While the CBS program is ideal for helping low-income students pay for average tuition fees and textbooks, it doesn’t cover most other expenses.
That means you’re on your own concerning room and board, personal expenses, and transportation. In some cases, you might be able to cover these extra expenses through other forms of financial aid like federal grants, student loans, scholarships, work-study programs, or family funds.
You can learn more about the different types of financial aid here.
Who’s eligible to apply for the College Bound Scholarship?
Although the College Bound Scholarship is an inclusive and state-wide program, it does have some eligibility requirements that are different from some other financial aid programs.
To enroll in the College Bound Scholarship program, you have to be a 7th-grade student or 8th-grade student whose family meets certain income requirements. The requirements can change each year. For the 2021/22 academic year, your family’s total annual household income had to be below:
$32,227 if you live in a house with 2 people
$40,626 if you live in a house with 3 people
$49,025 if you live in a house with 4 people
$57,424 if you live in a house with 5 people
$65,823 if you live in a house with 6 people
If you’ve got even more people than that in your house, simply add $8,399 per person, and that will be your income limit.
In other cases, you might be able to meet the financial side of the College Bound program’s eligibility requirements if you get free school lunches. Since 2019, all Washington 7th graders, 8th graders, and 9th graders who are eligible to receive a free or reduced-price school lunch are identified and automatically enrolled in the College Bound Scholarship program.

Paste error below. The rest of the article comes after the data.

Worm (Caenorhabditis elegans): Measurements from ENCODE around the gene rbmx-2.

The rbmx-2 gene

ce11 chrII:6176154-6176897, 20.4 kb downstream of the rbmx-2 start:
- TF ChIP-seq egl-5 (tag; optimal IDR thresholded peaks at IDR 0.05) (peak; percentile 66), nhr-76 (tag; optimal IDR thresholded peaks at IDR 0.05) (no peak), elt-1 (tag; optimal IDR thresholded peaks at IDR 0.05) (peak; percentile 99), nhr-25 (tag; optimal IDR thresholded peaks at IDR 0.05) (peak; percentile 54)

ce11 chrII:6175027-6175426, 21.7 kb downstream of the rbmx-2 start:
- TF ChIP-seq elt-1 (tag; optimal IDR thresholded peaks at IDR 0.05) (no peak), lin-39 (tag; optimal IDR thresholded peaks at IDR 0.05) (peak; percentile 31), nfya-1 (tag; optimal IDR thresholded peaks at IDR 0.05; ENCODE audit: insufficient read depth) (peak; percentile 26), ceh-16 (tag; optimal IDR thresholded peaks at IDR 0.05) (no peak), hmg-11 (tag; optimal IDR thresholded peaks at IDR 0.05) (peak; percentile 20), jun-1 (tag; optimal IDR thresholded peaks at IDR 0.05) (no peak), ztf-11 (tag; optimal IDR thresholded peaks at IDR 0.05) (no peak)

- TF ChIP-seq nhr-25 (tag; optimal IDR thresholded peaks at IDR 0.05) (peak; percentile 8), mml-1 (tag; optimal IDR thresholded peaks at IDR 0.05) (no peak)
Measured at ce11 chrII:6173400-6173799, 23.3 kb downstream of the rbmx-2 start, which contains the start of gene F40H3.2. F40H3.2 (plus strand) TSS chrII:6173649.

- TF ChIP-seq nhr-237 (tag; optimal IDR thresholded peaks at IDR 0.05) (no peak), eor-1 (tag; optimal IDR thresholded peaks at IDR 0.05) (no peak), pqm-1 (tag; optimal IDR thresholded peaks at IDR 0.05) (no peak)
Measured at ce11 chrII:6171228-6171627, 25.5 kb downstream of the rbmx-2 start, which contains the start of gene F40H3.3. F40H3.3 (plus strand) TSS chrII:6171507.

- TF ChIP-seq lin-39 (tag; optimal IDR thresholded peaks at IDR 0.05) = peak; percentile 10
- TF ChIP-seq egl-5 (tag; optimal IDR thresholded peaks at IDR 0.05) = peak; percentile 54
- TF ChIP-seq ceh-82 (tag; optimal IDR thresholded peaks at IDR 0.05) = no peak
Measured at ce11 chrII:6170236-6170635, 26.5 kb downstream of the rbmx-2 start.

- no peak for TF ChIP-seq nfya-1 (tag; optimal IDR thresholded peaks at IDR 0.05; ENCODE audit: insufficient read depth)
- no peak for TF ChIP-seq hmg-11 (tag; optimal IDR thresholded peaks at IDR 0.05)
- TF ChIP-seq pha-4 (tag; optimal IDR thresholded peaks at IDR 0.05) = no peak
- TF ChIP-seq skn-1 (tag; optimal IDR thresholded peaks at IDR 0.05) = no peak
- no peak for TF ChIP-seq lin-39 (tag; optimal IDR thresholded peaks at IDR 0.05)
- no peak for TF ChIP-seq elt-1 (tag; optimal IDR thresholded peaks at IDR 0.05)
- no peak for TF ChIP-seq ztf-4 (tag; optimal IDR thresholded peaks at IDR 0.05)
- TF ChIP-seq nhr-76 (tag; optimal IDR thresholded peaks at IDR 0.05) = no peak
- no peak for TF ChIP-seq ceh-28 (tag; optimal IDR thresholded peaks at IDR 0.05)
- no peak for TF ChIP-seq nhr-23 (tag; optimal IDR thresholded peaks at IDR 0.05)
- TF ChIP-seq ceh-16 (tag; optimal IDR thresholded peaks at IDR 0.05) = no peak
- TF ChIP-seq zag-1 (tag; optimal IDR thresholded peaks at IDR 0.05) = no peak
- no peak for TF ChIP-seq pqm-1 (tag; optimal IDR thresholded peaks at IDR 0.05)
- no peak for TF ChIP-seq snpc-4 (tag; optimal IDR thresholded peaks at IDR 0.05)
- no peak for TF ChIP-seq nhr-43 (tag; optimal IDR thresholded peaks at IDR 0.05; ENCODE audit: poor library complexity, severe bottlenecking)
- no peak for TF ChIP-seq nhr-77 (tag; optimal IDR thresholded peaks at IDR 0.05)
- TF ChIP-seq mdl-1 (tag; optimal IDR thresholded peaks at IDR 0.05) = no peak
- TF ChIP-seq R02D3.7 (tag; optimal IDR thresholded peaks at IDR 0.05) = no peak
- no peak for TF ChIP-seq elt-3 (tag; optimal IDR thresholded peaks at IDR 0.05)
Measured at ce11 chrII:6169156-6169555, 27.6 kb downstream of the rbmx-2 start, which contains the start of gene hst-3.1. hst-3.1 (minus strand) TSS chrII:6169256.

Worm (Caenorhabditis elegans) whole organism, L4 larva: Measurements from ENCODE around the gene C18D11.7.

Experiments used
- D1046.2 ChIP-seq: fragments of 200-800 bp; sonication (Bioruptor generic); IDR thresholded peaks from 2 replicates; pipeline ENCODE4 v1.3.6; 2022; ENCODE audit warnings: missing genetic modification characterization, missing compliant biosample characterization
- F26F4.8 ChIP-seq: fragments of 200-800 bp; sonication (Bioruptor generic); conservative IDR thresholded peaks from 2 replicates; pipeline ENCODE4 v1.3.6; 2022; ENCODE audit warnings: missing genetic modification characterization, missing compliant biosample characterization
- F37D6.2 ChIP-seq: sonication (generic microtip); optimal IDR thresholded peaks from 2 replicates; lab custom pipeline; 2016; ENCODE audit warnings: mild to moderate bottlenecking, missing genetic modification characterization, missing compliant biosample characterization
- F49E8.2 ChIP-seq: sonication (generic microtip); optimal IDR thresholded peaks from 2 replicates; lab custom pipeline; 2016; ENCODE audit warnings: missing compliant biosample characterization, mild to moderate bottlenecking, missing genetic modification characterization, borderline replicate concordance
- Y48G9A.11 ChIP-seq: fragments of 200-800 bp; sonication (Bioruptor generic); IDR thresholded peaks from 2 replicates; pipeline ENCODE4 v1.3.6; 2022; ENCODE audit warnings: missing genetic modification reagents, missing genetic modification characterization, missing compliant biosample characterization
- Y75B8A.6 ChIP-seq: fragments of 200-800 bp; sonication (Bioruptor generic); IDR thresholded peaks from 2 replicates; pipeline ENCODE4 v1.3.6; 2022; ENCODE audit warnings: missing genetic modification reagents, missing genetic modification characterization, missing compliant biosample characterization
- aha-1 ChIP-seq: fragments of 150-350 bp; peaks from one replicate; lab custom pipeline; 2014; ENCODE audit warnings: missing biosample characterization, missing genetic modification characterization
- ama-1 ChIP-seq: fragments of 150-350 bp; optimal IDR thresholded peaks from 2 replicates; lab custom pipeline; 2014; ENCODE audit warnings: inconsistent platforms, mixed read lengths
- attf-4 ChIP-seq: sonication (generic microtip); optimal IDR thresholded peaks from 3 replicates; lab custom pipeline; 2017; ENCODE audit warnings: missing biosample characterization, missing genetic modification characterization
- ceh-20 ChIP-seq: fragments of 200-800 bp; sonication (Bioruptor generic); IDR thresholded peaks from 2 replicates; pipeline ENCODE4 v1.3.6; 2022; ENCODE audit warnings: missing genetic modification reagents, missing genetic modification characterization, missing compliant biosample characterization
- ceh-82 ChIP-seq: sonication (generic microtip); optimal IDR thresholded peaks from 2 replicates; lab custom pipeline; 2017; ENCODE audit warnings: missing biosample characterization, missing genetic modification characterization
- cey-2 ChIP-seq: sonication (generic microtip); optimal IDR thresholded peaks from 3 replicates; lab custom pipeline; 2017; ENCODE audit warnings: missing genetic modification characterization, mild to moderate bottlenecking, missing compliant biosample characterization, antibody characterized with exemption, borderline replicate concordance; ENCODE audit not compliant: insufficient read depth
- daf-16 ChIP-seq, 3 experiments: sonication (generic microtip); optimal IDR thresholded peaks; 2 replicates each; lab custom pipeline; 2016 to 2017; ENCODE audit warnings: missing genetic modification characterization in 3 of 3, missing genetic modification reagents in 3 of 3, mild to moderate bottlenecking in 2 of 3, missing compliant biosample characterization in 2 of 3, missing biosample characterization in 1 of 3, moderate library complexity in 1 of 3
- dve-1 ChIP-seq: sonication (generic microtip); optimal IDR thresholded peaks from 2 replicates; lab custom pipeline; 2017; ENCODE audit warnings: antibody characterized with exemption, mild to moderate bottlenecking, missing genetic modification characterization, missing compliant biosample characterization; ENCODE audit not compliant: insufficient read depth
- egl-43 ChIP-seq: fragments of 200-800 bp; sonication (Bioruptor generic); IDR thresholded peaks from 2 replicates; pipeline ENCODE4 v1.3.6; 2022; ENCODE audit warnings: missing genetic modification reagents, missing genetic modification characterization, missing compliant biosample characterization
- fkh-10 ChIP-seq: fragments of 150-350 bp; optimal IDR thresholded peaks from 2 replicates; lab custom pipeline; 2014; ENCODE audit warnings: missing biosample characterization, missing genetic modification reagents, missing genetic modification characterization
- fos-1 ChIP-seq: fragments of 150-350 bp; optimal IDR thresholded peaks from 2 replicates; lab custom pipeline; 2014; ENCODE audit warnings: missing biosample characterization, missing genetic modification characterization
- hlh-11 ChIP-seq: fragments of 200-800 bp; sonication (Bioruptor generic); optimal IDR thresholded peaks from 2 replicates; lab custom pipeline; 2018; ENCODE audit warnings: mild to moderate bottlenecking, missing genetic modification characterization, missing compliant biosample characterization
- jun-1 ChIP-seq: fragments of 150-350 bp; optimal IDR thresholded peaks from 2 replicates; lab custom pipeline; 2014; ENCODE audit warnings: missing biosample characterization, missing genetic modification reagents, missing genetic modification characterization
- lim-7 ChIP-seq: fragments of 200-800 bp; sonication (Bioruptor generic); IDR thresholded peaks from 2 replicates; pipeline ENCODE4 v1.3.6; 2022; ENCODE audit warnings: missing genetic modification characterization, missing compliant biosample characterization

Before this change in 2019, those students had to complete an application form—but we’ll cover the application process (or lack thereof) in just a minute.
Regardless of household income, students in foster care are eligible for the program, too.
If you were placed in Washington state foster care between 7th grade and age 21, you’d automatically be enrolled in College Bound. This is done through a data-sharing agreement that WSAC (the organization that awards the scholarship) has in place with Washington’s Department of Children, Youth, and Families (DCYF).
OK: so, that’s the need-based element of the College Bound Scholarship. But in order to maintain your eligibility throughout middle school and high school, you also have to agree to the College Bound Scholarship pledge.
The College Bound Scholarship pledge states that you’ll:
Graduate from a Washington high school or an approved homeschool program
Earn a cumulative 2.0 GPA or higher
Graduate with no felony convictions
Apply for your state and federal financial aid by filling out and submitting either the FAFSA (Free Application for Federal Student Aid) or a WASFA (Washington Application for State Financial Aid) at the start of your senior year in high school
After you’ve fulfilled that pledge and submitted a FAFSA or WASFA, your income eligibility for the scholarship will be determined by your college.
To get your scholarship, you’ll need to be accepted at one of the 65 eligible colleges and start attending classes there within a year of high school graduation.
The final eligibility requirement for this scholarship is about citizenship. To qualify, you’ll need to either be a US citizen or an eligible non-citizen who meets Washington’s state residency requirements.
How to apply for a College Bound Scholarship
If you’ve read up to this point and think College Bound sounds like the perfect program for you, you’re probably wondering what the scholarship application is like.
Simply put: you don’t apply for the College Bound Scholarship (or, at least not directly). In that way, the program kind of works like the national merit scholarship, and it gives you a real running start in terms of applying for aid.
But let’s break down exactly how it all works.